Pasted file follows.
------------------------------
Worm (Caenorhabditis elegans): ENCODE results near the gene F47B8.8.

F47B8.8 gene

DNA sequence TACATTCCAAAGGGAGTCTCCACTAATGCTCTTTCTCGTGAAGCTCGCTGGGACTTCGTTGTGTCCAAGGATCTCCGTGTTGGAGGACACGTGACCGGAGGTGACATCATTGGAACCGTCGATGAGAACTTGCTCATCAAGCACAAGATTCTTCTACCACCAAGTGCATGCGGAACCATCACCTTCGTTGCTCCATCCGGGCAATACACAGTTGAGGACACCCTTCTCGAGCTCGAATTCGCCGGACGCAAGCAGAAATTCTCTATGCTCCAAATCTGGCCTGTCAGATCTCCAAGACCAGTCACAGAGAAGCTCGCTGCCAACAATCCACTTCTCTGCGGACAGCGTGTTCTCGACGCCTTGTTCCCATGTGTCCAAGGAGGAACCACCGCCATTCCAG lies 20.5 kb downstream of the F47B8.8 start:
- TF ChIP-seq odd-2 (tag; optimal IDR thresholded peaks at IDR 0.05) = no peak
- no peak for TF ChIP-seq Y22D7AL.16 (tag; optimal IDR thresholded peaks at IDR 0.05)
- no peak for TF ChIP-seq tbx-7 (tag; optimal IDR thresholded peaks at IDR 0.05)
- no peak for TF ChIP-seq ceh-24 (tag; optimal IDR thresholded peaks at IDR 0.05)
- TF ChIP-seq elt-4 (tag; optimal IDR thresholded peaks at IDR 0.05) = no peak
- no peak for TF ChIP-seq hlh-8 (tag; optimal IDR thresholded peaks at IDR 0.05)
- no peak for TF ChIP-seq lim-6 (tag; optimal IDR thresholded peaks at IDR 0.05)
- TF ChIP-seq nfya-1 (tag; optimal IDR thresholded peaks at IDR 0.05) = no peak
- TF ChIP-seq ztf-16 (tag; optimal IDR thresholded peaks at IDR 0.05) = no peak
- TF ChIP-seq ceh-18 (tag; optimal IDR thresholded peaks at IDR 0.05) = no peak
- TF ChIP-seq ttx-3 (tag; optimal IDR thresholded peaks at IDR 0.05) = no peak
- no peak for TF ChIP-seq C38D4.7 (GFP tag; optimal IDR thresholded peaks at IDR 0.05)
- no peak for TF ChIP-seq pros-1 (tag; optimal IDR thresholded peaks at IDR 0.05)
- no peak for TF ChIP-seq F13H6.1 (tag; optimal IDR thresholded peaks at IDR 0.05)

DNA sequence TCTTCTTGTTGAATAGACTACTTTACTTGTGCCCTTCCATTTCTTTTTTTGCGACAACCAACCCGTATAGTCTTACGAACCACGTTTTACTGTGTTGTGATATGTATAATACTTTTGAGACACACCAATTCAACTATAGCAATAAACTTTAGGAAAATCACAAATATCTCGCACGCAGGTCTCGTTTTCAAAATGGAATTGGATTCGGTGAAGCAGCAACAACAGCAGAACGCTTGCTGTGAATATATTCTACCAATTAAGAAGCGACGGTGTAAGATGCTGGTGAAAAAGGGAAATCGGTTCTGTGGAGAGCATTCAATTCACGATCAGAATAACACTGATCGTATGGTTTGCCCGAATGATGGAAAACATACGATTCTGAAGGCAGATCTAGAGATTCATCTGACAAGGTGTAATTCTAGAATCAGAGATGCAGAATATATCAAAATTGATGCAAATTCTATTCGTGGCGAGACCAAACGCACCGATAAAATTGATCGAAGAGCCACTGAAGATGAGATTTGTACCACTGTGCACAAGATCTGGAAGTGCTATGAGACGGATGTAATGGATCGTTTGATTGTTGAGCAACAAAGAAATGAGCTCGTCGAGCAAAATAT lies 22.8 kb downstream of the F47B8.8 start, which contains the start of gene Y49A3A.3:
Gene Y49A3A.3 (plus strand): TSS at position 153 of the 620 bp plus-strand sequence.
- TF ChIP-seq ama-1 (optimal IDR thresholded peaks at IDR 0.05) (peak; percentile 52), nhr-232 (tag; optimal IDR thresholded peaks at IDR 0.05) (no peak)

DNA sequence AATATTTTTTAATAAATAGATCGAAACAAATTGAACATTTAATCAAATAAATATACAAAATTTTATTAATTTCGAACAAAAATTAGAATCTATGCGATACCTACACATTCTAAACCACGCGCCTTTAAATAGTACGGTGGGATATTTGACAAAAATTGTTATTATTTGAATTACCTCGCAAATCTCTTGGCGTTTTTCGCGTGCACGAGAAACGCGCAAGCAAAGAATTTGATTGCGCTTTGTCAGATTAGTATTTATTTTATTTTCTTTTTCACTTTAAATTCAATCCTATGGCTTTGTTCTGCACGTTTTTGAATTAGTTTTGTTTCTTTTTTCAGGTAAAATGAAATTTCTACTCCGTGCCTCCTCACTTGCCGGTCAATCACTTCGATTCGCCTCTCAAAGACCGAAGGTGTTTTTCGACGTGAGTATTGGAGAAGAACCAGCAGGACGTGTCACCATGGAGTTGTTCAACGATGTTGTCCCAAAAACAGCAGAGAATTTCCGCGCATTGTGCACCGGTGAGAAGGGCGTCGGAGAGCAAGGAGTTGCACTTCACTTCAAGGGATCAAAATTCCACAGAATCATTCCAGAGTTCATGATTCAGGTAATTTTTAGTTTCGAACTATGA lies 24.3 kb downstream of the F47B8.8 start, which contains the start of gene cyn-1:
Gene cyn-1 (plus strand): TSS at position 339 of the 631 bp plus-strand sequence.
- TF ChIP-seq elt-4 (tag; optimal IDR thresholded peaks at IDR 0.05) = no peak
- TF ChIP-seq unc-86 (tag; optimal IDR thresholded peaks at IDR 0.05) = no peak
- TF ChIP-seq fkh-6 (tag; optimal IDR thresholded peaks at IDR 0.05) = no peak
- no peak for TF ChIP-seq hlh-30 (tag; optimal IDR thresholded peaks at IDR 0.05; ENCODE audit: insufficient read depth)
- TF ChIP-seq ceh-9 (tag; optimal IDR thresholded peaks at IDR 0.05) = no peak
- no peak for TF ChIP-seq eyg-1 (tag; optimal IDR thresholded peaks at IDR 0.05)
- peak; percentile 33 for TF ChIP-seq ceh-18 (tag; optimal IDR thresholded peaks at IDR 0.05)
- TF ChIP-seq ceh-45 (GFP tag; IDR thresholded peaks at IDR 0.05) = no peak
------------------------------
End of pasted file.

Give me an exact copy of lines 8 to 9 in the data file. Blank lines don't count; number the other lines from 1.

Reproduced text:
- TF ChIP-seq elt-4 (tag; optimal IDR thresholded peaks at IDR 0.05) = no peak
- no peak for TF ChIP-seq hlh-8 (tag; optimal IDR thresholded peaks at IDR 0.05)